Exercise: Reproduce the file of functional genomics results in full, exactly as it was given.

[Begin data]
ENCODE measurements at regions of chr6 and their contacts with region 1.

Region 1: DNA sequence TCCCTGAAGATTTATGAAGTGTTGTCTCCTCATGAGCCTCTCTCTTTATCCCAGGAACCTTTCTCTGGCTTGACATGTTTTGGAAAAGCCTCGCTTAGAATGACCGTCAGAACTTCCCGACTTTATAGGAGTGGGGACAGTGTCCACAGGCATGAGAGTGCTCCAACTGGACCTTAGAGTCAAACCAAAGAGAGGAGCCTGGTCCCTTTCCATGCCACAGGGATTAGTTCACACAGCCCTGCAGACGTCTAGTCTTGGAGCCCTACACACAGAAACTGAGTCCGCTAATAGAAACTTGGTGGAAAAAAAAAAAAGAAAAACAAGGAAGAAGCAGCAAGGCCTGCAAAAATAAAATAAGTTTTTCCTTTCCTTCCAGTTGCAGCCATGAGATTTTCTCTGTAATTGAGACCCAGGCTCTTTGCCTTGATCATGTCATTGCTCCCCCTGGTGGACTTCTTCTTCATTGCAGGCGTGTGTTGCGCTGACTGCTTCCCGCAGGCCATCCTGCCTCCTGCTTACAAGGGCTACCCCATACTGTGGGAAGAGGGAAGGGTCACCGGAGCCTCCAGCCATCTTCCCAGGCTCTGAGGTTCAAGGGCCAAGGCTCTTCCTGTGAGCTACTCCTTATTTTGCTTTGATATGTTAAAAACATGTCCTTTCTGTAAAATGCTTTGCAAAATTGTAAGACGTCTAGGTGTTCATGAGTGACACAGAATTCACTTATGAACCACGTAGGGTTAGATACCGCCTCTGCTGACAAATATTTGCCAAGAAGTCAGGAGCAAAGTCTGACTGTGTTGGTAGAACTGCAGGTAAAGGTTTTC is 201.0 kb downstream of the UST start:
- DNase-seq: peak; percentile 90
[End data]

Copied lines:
ENCODE measurements at regions of chr6 and their contacts with region 1.

Region 1: DNA sequence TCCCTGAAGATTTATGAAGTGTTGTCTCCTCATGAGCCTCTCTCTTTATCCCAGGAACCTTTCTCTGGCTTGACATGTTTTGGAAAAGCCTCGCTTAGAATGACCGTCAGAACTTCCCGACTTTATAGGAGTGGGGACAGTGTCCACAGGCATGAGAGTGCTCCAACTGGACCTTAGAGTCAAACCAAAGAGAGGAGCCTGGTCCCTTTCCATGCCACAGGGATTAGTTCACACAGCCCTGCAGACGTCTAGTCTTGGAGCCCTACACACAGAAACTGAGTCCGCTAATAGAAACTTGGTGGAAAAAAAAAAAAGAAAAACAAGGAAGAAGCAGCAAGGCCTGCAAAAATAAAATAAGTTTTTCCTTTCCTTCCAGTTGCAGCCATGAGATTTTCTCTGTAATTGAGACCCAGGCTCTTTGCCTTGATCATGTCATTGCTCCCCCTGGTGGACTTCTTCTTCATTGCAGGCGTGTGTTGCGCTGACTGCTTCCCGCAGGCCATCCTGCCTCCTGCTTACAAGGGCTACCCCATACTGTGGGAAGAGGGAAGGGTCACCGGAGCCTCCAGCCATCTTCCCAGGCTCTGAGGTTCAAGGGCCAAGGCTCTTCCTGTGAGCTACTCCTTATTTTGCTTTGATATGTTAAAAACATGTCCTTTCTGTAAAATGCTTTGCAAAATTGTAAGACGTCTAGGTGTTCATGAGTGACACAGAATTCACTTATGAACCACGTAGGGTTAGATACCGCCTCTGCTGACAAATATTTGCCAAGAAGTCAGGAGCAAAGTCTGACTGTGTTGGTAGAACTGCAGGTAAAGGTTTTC is 201.0 kb downstream of the UST start:
- DNase-seq: peak; percentile 90